FilaCycle

Baltimore - Submitted by basementhacker on Apr 25 2015

The increased use of 3D printing technologies will exponentially increase the amount of waste plastic materials floating around as trash. These waste plastic objects will, as all the other trash in Baltimore, eventually make it into the Bay. FilaCycle, a company or governmental agency, would remove these objects in much the same way as present recycling companies do and use them to create new filament strands to be sold back to consumers. The plastic would be sorted by color and chemical makeup (ABS v. PLA), then remelted and stranded into the filament needed.

NOW it's your turn...

What forces keep this Future from coming true? Click here to answer questions and resolve those obstacles so that the idea can move onto the MAKE stage!
1. SUPPORT
this future
2. REFINE
Suggest changes
3. MAKE
Prototype
Supporters
Refine Builds

Questions and Answers!

Support( 0 )
How would you expand or adapt this future in 2025?
No one has built here yet, be the first!
Stakeholders( 1 )
Who would you need to bring together to make this future happen?
Torpek
May 5 2015
4:14 PM
You would need to bring in recycling (particularly plastics) companies, local trash collections companies, local city and county council, and local businesses for cooperation. Real Estate and company zoning would need to be taken into consideration as well as expertise and I believe the above would be necessary to begin proper planning.
Logistics( 1 )
What resources would you need to mobilize to make this future real?
Torpek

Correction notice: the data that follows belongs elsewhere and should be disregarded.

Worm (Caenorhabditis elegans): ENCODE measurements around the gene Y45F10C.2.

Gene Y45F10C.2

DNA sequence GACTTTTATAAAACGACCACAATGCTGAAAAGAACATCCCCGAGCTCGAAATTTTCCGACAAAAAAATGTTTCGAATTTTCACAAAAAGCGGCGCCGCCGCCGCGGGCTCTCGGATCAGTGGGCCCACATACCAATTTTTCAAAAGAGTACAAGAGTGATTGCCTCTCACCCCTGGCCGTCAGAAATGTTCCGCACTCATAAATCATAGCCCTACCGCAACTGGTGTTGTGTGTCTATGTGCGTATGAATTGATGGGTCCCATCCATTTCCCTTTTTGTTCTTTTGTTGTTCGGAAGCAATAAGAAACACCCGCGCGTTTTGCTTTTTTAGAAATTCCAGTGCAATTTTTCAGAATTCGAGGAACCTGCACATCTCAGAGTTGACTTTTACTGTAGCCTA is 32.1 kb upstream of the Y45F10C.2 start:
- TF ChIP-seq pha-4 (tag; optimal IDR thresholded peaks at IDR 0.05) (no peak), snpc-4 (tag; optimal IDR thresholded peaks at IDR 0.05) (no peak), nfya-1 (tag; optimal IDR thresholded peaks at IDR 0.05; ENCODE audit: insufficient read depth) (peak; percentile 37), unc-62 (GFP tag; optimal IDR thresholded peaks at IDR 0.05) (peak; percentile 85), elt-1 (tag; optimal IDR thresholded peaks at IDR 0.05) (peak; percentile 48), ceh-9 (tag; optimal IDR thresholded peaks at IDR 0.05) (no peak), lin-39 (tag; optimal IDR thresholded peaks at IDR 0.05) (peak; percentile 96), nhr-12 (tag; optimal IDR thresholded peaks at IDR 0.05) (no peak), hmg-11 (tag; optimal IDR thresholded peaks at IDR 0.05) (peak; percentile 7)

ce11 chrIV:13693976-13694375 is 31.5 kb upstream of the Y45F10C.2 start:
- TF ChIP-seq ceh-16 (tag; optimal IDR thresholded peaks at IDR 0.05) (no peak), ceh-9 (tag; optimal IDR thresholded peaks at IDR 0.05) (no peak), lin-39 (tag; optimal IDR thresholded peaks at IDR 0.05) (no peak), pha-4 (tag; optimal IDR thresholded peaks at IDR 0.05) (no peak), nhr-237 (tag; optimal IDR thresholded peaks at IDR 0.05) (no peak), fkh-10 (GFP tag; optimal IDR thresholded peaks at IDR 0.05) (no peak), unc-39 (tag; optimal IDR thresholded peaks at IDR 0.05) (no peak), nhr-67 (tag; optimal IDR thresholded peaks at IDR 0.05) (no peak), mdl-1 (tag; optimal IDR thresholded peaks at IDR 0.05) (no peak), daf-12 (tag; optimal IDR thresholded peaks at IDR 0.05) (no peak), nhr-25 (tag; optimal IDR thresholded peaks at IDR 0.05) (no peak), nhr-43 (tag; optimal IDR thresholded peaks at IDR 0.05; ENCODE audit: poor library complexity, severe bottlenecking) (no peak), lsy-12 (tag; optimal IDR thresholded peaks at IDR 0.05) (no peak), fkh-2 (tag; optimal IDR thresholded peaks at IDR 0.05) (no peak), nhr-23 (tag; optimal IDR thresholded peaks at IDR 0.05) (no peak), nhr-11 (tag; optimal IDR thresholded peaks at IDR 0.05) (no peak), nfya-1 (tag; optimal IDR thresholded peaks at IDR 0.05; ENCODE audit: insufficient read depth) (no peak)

May 5 2015
4:14 PM
You will need a sorting location that separates plastics based on the resin type and color (color is optional based on the actual influx) and separate shedders for each (to turn the plastic into pellets). Once pellets are created, you would need to heat the products and send them through a line to turn the plastics into a rope or thread to be spooled and resold as recycled filament. This requires large amounts of space for unsorted, sorted, and reprocessed plastics. You would need a fleet of transport vehicles, the shredders and bins, the heaters and hardware to thread the filament.
Roadblocks( 1 )
What could get in the way of this future?
Torpek
May 5 2015
4:14 PM
Most polystyrene products are currently not recycled due to the lack of incentive to invest in the compactors and logistical systems required. This is a particular resin (resin ID 6) that could cause a build up as it is not able to be processed as a filament, however it can be shipped off to Rastra manufacturing plants at a cost to the recycling company.